Finally, even if the medical board's decision could be deemed an evidentiary admission, the plaintiff has  failed to demonstrate that it was an abuse of discretion to exclude it.   As the plaintiff conceded before the commissioner, the medical board had formed its conclusions solely on the basis of its review of the plaintiff's medical records, without examining him.   The entirety of its decision consisted of seven sentences, unsupported by any analysis of the medical evidence indicating the basis for its conclusions.5  Although the plaintiff asserted at oral argument to this court that the commissioner's decision was an abuse of discretion because the commissioner had accepted Fredericks' opinion, which also had been formed based solely on a review of the medical records, the comparison between the medical board's decision and Frederick's opinion is specious.   Fredericks wrote a three and one-half page, single-spaced letter explaining in detail the basis of his conclusion.   The defendant also offered Fredericks' deposition testimony into evidence, which reflected that Fredericks' opinion had been tested under the crucible of cross-examination by the plaintiff.   Accordingly, the review board properly concluded that the commissioner did not abuse his discretion in excluding the medical board's decision.   See Marandino v. Prometheus Pharmacy,  105 Conn.App. 669, 681, 939 A.2d 591 (“[b]ecause [the] opinion [of the plaintiff's medical expert] regarding causation is merely a statement devoid of a basis in fact, we conclude that it was not competent evidence, but rather speculation and conjecture and, as such, could not, without more, be relied on to determine whether legal causation existed between the arm and leg injury”), cert. granted, 286 Conn. 916, 945 A.2d 977 (2008);  see also Borkowski v. Borkowski, 228 Conn. 729, 742, 638 A.2d 1060 (1994) (“In order to render an expert opinion ․ there must be a factual basis for the opinion․ [T]he facts upon which an expert's opinion is based are an important consideration in determining the admissibility of his [or her] opinion.”  [Citation omitted;  internal quotation marks omitted.] ).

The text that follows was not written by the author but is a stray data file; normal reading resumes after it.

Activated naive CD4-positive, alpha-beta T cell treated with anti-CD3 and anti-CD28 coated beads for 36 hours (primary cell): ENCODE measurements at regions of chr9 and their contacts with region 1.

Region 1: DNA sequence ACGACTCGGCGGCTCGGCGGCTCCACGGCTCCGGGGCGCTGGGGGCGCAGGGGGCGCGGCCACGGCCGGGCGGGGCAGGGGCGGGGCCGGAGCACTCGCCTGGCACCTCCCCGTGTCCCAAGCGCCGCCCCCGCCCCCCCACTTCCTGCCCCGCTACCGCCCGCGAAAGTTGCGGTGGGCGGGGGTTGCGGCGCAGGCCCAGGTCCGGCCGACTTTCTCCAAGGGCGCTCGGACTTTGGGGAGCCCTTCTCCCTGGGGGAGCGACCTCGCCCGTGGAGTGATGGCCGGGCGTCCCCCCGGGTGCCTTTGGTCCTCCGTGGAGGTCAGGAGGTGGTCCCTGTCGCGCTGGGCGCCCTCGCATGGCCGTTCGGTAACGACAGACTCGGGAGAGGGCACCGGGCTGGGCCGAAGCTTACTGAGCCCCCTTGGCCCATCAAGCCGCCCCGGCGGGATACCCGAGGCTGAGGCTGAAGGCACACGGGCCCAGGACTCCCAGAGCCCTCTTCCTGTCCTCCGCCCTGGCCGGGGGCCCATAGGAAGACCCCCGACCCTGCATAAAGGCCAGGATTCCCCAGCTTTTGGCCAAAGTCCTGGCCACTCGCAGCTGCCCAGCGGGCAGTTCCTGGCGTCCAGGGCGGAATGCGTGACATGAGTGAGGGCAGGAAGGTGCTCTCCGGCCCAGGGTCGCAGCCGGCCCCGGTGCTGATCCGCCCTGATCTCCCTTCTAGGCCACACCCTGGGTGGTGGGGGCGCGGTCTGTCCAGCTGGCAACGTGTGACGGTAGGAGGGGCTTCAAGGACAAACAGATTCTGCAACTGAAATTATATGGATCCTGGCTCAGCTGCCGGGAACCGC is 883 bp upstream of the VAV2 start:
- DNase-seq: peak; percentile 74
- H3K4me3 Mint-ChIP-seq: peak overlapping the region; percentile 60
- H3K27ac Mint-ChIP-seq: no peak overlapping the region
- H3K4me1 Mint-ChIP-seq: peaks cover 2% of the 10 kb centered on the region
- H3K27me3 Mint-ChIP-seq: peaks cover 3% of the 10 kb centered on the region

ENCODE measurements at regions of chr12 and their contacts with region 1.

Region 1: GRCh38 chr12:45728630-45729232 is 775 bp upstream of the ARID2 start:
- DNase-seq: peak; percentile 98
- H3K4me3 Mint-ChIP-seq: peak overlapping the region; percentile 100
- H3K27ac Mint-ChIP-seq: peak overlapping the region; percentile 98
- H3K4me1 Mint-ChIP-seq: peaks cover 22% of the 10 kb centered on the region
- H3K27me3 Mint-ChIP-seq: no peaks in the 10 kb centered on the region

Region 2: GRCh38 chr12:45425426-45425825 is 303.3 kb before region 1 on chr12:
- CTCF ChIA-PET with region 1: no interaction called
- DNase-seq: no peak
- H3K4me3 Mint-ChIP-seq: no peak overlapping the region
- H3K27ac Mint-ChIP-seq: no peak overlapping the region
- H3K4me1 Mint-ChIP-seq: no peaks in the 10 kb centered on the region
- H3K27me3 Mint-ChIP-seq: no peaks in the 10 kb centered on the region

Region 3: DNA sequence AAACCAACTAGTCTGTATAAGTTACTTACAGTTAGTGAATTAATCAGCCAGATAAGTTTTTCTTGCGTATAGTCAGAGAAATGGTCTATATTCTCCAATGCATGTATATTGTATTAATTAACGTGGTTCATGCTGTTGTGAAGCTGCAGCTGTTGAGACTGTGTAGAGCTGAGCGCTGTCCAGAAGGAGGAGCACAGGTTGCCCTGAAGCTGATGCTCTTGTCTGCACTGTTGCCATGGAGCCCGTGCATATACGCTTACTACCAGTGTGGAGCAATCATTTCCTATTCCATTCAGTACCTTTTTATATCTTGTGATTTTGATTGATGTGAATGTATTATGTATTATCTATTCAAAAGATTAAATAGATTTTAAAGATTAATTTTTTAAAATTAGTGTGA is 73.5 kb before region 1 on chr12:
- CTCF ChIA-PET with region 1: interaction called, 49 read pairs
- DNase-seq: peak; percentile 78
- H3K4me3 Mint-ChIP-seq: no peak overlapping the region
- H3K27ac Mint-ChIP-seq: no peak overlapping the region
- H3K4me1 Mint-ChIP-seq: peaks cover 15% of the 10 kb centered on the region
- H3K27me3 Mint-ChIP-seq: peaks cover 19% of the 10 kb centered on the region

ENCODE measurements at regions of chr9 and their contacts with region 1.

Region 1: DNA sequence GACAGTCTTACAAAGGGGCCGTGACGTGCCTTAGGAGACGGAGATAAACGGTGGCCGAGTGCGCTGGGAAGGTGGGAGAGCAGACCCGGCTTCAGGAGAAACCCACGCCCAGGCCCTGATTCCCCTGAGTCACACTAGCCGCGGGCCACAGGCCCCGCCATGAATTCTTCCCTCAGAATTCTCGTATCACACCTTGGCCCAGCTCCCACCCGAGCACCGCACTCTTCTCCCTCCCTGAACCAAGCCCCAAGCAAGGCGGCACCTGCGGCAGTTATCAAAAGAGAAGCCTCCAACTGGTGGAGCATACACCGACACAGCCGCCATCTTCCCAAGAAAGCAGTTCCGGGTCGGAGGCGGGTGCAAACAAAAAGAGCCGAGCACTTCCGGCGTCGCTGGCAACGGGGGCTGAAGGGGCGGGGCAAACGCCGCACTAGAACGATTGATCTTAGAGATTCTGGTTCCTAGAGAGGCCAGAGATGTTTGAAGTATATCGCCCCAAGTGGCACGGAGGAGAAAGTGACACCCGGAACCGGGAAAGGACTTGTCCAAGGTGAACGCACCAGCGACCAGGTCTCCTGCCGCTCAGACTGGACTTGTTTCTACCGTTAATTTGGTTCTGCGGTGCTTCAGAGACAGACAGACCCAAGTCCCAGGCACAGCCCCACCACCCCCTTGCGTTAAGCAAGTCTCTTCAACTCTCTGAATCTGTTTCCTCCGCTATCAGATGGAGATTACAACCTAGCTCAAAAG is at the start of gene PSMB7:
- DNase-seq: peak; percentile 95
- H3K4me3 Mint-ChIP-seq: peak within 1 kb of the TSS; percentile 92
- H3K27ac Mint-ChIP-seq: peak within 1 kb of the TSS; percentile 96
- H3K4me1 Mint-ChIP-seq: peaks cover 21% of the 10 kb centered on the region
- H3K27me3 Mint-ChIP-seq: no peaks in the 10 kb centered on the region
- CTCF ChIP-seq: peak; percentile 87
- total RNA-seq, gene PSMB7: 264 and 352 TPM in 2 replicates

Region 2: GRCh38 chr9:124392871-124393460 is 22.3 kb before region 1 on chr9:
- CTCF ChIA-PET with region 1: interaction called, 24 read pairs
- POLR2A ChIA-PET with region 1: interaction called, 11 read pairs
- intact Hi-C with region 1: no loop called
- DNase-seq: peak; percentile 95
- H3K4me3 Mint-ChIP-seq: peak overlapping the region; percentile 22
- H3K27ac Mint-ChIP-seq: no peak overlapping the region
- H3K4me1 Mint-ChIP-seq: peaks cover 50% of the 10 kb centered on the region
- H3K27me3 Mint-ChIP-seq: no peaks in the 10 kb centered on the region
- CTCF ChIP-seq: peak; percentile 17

The decision of the board is affirmed.

FOOTNOTES

1.   GAB Robins North America also was a party to the workers' compensation proceedings and was named as a defendant in the present case.   References herein to the defendant are to the department of correction.

2.   The plaintiff appealed from the review board's decision to the Appellate Court, pursuant to General Statutes § 31-301b, and we thereafter transferred the appeal to this court, pursuant to General Statutes § 51-199(c) and Practice Book § 65-1.

3.   The defendant also urged this court not to consider this appeal on the ground that the plaintiff has failed to comply with the requirements of Practice Book § 67-4(d)(3).   The defendant points out that, although the plaintiff, in his brief, quoted the proffered exhibit and asserted that it constituted an admission of a party opponent, he did not provide the court with a verbatim statement of the objection made before the commissioner and the grounds on which that objection was made.   As the defendant conceded at oral argument, however, the review board essentially remedied the deficiencies in the plaintiff's actions by including in its record the transcript of the exchange addressing the plaintiff's offer, the defendant's objection and the commissioner's ruling.   Moreover, the medical board's decision was marked for identification and included in the record.   Therefore, in light of the review board's actions and its decision on the merits of the plaintiff's claim, we will address the plaintiff's claim.